cards I wrote myself after showing the demo as I had a pretty good idea of
      what the customer wanted after showing him the demo.

      I believe this (i.e. trying to design the database for the entire system
      first) was probably my first mistake. However, I only recently found out
      that the database design evolves with the rest in XP (as was the point of my
      last posts) and so I continued. I finalised the design and went about my new
      XP ways. I went back to the customer, wrote some scenarios on some index
      cards and used these to produce my understanding of what 'User Stories'
      actually are. I wasn't too sure so I spent a while looking for tutorials
      specifically explaining User Stories. I laid them out so that I could
      visualise the system and numbered them all in order of priority. I know that
      they are only supposed to be numbered from 1 to 5 but for now I just
      numbered them in the order I was going to implement the functionality, until
      I knew for sure I was doing things correctly and that the stories were
      valid. I didn't break them down into engineering task either for the same
      reasons.

      This was probably mistake number 2. I had read that XP could be started by
      only applying some of the ideas and I needed to get going asap so I risked
      it.

      I wanted to get to a certain stage of functionality and to get used to all
      of the new methods/tools I had started using. As I hadn't any engineering
      tasks, I couldn't assign them points so instead, in order to try to measure
      my progress per iteration, I recorded on each card how many days it took to
      implement that particular story. These of course would all be high as most
      of what I was doing (e.g. the framework syntax, the unit testing, the story
      cards etc...) was new to me. I also skipped the CRC cards for now as, to be
      honest, I was no OOP expert either so I wanted to learn a bit more to give
      me the confidence to do the cards properly (although now I see that this was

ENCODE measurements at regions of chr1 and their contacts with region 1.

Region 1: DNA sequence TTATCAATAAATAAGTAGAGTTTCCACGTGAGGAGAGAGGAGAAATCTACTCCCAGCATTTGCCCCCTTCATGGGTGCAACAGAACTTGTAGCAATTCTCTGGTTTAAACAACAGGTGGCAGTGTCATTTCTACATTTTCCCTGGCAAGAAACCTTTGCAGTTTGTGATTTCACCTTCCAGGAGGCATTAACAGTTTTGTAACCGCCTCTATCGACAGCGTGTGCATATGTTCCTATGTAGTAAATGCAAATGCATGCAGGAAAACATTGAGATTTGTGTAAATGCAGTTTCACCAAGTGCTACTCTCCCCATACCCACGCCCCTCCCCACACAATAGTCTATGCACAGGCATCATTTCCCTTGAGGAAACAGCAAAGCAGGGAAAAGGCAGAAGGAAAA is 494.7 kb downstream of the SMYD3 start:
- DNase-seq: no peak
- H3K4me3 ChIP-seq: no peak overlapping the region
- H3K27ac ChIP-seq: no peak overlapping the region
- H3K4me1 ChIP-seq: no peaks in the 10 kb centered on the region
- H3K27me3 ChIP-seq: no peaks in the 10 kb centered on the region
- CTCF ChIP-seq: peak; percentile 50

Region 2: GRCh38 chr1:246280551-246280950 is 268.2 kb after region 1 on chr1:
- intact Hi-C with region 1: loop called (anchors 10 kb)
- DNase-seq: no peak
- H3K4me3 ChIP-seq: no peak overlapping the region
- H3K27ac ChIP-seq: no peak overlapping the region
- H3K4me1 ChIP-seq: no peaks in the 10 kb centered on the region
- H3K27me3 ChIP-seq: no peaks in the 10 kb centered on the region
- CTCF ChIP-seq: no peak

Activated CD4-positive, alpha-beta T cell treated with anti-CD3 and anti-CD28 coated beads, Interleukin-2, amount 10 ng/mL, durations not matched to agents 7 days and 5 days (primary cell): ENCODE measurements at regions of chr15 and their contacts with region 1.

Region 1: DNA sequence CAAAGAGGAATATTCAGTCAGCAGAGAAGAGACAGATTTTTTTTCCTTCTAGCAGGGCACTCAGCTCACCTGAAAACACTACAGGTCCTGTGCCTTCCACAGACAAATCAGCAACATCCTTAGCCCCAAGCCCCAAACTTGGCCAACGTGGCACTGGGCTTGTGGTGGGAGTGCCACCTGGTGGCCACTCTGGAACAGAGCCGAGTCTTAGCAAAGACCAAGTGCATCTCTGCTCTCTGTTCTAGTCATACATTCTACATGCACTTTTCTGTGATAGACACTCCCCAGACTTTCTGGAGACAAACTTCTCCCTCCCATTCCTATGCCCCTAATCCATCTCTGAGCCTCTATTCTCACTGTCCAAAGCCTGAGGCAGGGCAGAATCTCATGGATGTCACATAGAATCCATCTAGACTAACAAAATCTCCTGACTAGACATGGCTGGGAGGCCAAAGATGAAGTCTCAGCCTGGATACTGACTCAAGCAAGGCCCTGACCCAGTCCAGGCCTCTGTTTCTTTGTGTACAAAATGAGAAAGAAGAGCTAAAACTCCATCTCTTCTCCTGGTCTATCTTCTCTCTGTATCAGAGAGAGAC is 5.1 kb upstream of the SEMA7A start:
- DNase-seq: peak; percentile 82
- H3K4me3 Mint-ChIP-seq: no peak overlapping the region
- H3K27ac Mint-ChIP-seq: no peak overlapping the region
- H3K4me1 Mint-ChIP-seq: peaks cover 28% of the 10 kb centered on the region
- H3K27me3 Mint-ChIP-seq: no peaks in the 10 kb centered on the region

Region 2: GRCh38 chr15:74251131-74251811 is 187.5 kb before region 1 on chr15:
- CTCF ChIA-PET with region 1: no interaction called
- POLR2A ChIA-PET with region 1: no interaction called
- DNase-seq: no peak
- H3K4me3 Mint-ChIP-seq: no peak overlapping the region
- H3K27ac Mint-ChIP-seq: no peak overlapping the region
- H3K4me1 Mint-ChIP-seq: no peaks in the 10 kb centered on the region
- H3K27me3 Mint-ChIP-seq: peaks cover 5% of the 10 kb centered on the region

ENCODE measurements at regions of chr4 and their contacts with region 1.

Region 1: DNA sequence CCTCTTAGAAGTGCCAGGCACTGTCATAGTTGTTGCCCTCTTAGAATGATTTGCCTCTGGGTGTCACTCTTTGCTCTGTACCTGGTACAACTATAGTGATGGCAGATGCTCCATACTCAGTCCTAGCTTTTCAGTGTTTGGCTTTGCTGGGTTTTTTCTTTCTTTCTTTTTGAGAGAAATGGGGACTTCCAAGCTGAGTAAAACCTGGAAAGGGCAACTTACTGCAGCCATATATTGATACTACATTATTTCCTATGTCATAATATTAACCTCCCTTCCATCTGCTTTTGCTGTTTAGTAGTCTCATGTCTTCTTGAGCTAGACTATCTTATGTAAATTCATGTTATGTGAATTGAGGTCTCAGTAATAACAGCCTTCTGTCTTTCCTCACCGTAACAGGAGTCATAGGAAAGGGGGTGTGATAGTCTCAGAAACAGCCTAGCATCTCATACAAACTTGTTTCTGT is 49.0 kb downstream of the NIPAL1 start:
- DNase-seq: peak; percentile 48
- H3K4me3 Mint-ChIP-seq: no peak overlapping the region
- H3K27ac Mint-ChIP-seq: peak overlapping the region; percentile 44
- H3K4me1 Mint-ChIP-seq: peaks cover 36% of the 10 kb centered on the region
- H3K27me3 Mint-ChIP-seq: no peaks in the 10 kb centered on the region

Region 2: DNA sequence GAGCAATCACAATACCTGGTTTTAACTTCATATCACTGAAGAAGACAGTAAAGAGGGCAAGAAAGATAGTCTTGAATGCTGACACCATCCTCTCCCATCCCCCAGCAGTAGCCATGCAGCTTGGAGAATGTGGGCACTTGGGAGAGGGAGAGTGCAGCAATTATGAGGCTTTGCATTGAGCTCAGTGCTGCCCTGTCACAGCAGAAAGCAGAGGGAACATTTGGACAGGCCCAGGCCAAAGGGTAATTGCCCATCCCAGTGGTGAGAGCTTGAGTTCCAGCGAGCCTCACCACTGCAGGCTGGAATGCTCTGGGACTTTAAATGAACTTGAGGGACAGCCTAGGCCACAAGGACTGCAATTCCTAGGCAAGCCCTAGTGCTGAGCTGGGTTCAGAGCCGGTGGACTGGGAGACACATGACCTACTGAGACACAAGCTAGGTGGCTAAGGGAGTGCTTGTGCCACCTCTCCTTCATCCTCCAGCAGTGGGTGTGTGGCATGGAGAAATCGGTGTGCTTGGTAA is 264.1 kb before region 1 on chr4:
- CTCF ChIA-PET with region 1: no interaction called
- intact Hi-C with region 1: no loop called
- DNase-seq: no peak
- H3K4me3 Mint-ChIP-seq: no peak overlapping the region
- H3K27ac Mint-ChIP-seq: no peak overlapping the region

another mistake as the cards were initially developed as a way to actually
      help in the understanding if OOP, so my logic was backwards). I was
      basically writing unit tests directly from the User Story cards, and then
      writing code from there.


      Since I was using the MVC pattern (so far as it is adopted to PHP of
      course) I naturally came across some obstacles. Testing Models wasn't a
      problem as they dealt with data. However, I couldn't seem to get my head
      around trying to test controllers as these are really supposed to be the
      "glue" between the Model and the View. I then left out these tests and
      decided that I could test the controllers indirectly using Selenium (a web
      based tester from ThoughtWorks). I was doing a particularly complex part of
      the program and writing the selenium tests was seriously slowing me down so
      since deadlines were approaching, I decided to skip them till the
      functionality was finished.

      Yep, another mistake. I later realised that what I would really be doing
      with Selenium was actually Acceptance testing. Incidentally, these tests are
      still to be written and the code for this particular piece of functionality
      needs a complete rewrite. I have since realised how to unit test controllers
      and so will be doing this first in my next iteration.


      My weekly iteration plan was also non-existent due to the fact that I was
      moving so slowly with respect to the scope of the project and the time left
      to the first implementation. I was getting an average of one story coded
      every two days, but needed to do two per day in order to meet the deadline.
      Naturally I cut off the non-essential stories and showed the customer what I
      can only describe as a "demo of progress", i.e. it showed what stage the
      system was at without actually doing all of the work in the background.
      Luckily he had more to add at this stage and if I had gone much further I
      would have had some redundant work. This showed me how important being in
      constant contact with the customer is, however since I was moving so slowly
      I was afraid the customer would lose faith. Even so, not keeping in constant
      was indeed a big mistake. How do you suggest keeping in contact with the
      customer when progress is embarrassingly slow?


      Every time I'd try to do something new I'd go and read a bit more about it
      first so naturally my progress was slow. I also started to look at tool to
      help from a project management point of view. I spent a fair while looking
      into bug/request trackers etc, and have finally settled on Trac, although I
      haven't actually set it up yet. I spent too much time on this but thought if
      I had it up and running I could plan, assign and view the progress of